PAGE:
Glasgow - based agri-entrepreneur Yanik Nyberg was looking for farm businesses to partner with last year on his project to cultivate degraded coastal land with seawater and high value crops.
After initial scepticism, he noticed a change among farmers after last Summer’s drought.
He said: “People had seen what happened and the thousands they had spent on irrigation so it became much easier for us to have a conversation about innovation and trying out a more profitable crop.
They were receptive to new approaches.” The first farm he partnered with in Ayrshire leased out a one-hectare site to Nyberg and his company Seawater Solutions to grow Samphire in land which had previously been used for potatoes.
A first harvest of the crop is due at the end of August, which will be sold to small-scale retailers and the food service sector.
Across the North Sea and into mainland Europe, researchers at Wageningen University, the country’s main agricultural research institution, are engaged in a different kind of innovation.
Driven by the Netherland’s ageing farmer population and chronic labour shortages, researchers are developing a range of new machines to take over manual tasks on-farm.
Close to commercialisation is Sweeper, a sweet pepper harvester. Its robotic arm can move up and down a greenhouse, using cameras and sensors to spot and pick ripened peppers.
Not only can it distinguish colour, it can also recognise ripe peppers hidden behind leaves. The robot was able to harvest a pepper in 15 seconds in tests last year and is expected to be on sale for Dutch farmers within the next three to four years.
While humans can, at present, pick peppers more quickly, the robots are able to work non-stop and overnight. And progress will not stop there.
The challenge now is to make robots as smart, or nearly as smart as humans, said food and farming robotics specialist Janneke de Kramer, from Wageningen University.
“Humans can detect a lot of things you need to put into the AI part of the robot to recognise from the pixels it sees. For example, which crop is ripe and the way to pick them, the different diseases or bugs, and how you can distinguish between crops and weeds,” she said.
For any farm business considering how to innovate, be it new ventures, equipment or practices, there will be risks. But every business needs to be open to opportunities, said NFU science and regulatory affairs adviser Helen Ferrier.
“That could mean considering new crops or machinery. But looking ahead, much of the new technological innovations available to farm businesses are likely to be data-driven ones around measurement and precision,” said Ms Ferrier.
For arable businesses that means precision-application of inputs and combining field mapping and ATV ariel images to understand what you should be doing and when on farm.
“The biggest barrier is around understanding the possibilities enough to go and investigate and
work out if it is something you can do” Helen Ferrier, science and regulatory adviser at the NFU.
While for livestock farms, it means greater use of sensors, recording of feeding and outputs, and virtual feeding to control animals’ use of land and feed and enhance decision-making.
Much of this innovation is already happening in bigger farm businesses and ‘will defuse in time,’ said Ms Ferrier.
“The biggest barrier is around understanding the possibilities enough to go and investigate and work out if it is something you can do. With any new technology the early adopters are inevitably taking a risk,” she said.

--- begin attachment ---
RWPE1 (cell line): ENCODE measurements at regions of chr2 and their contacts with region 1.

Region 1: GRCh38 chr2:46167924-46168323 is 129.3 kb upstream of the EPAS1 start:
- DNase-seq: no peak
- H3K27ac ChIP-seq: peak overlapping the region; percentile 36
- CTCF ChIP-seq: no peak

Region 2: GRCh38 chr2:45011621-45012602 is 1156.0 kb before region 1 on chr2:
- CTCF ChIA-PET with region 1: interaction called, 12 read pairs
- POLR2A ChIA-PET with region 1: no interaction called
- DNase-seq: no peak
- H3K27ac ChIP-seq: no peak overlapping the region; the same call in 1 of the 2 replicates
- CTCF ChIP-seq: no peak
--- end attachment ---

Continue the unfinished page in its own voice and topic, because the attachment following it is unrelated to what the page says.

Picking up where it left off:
For Dumfries and Galloway dairy farmer Colin Ferguson, that risk was installing an automatic dipping and flushing system, improving hygiene and reducing cross-contamination in the parlour.
“It is expensive, but it has reduced both our cell count and rates of mastitis by 50%. It will pay back in terms of milk loss and treatment costs within five years.
And it’s also taken away the pressure on us on antibiotic use under our milk contract,” he said. “If you had asked my father 20 years ago, would he have predicted what the farm would look like today?
We never thought we’d have GPS on our tractors. In another 20 years, maybe the man in the parlour will be the past.”
Mr Ferguson, who has been working with the Royal Bank of Scotland on its Entrepreneur Accelerator programme in Scotland to help young people to develop their business ideas, said the effective use of data to maximise profitability on-farm has barely started yet.
“We are probably at a point with robotic milking where the mechanisation will plateau to a point, but data is where the change is really happening.
It is a massive opportunity if we can start linking up different parts of the farm system to help decision-making. It is a tap that is yet to be fully turned on.
Everyone is trying to work out what to do to save money,” he said. Roddy McLean, director of agriculture at NatWest and Royal Bank of Scotland, added: “We all have to continue to look forward to where the industry might be in 20 years.
“Given the political and economic uncertainty that currently exists, it has never been more important for farmers to futureproof their businesses and increase their resilience.
And that means being open-minded to innovation and opportunities to bring in new ideas and technology.”
A major stumbling block when it comes to more farm managers and staff making use of data-driven innovation has been its user-friendliness, or lack of it. But that is changing, said Mrs Ferrier.
“Most farmers are not in their early 20s and have always used computers and understand all the apps on their mobile phone.
But the interface of users is really improving as companies realise its importance for maximising uptake. How farmers input data has to be easy.
If it is difficult, they will not do it and they won’t get enough data to get good results,” she said.